While no official sanctions have been issued on Russian crude oil, the market seems to take matters into its own hands. The confusion and uncertainty among global traders and shipping companies bring oil benchmarks and barrel prices to new heights. Let’s take a look at the impact such sanctions, official or market-driven, can have on the oil trade industry. In the last 60 days, 224 different crude oil tankers operated at Russian ports. Out of these, 126 tankers still haven’t arrived at their next destination and called port. The potential volume of Russian crude oil these tankers are carrying comes up to87,400,000barrels of crude oil.50.34% of these barrels are headed to the USA and Europe, while the other 49.66% are expected at Russia, Asia and other countries in the Caribbean and Latin America.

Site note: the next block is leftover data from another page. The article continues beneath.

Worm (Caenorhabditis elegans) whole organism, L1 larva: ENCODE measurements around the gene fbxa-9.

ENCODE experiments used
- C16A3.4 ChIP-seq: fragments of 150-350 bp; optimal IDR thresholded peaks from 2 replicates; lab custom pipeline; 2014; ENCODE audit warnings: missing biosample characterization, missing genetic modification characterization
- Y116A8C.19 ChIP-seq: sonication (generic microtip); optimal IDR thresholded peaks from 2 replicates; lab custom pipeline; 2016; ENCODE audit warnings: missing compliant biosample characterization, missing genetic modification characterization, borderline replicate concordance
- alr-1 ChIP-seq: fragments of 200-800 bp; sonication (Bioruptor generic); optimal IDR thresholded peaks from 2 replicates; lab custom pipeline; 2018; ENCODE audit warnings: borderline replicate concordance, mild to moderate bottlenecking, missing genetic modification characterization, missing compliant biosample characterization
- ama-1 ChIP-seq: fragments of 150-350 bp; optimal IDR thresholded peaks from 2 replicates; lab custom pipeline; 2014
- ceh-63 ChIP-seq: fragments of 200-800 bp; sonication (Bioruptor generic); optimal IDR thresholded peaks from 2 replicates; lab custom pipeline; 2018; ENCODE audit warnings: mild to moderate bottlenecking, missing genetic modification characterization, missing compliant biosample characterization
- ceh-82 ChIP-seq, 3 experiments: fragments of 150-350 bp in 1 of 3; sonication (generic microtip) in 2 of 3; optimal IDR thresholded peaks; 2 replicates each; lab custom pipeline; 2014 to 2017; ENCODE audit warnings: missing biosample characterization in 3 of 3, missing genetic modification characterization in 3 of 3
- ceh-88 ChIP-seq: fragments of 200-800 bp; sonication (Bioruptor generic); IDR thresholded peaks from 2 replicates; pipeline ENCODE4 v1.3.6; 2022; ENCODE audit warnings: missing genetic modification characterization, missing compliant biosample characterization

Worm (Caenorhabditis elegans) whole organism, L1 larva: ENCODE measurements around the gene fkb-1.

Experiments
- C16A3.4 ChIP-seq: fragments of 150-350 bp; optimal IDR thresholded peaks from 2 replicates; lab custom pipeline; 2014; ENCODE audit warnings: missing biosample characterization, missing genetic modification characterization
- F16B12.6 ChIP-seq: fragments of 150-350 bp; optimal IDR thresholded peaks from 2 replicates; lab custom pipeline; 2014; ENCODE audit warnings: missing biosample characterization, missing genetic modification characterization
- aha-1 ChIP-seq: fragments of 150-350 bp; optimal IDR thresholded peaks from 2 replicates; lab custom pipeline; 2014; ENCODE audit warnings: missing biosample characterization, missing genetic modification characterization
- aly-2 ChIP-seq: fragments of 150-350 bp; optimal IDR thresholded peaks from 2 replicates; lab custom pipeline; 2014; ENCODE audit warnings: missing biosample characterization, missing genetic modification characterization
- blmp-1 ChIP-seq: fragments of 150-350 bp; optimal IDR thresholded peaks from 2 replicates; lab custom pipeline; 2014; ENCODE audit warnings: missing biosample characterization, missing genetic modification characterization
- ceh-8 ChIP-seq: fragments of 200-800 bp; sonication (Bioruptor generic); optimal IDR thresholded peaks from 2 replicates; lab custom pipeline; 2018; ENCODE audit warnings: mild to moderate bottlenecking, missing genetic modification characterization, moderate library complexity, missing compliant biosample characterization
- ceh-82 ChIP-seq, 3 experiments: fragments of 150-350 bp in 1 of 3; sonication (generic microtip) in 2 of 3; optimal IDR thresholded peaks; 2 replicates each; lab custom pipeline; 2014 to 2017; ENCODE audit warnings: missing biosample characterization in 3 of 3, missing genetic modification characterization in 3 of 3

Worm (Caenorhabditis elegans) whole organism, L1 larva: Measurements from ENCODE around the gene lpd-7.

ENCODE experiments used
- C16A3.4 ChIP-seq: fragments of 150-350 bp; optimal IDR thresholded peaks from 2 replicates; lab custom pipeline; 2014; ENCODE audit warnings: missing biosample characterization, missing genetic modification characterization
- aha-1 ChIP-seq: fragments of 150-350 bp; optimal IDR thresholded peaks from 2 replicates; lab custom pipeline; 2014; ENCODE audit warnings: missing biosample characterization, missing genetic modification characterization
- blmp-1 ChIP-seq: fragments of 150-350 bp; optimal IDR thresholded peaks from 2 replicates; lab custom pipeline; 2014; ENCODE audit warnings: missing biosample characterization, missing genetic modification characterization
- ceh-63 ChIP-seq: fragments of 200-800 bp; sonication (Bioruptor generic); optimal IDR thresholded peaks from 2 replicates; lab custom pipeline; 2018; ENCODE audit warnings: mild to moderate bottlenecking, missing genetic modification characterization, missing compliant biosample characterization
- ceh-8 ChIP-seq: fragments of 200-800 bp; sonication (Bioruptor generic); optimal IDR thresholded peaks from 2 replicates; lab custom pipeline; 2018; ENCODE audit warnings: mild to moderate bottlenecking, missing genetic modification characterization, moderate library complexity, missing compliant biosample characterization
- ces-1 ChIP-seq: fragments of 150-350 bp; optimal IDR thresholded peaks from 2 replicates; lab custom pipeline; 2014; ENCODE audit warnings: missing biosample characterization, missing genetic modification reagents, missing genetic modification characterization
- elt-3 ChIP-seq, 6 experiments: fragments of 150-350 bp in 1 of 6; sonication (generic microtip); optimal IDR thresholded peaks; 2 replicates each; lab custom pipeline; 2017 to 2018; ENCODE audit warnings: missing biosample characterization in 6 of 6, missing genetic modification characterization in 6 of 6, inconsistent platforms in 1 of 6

These numbers above include not only tankers that departed from Russian ports, but also take into consideration any other tankers they may have interacted with. We looked at tankers crude oil carriers that engaged in an STS during the past 30 days, following their departure from Russian ports.
In the last few days, the price per barrel reached a 7-year high hitting the 114 USD mark. With more than 87 million Russian oil barrels in the ocean right now, the crude oil trading industry is looking at a potential 10B USD that will potentially reach nowhere. With so much money at stake, will shipping and energy stakeholders really align with both official and market-driven regulations?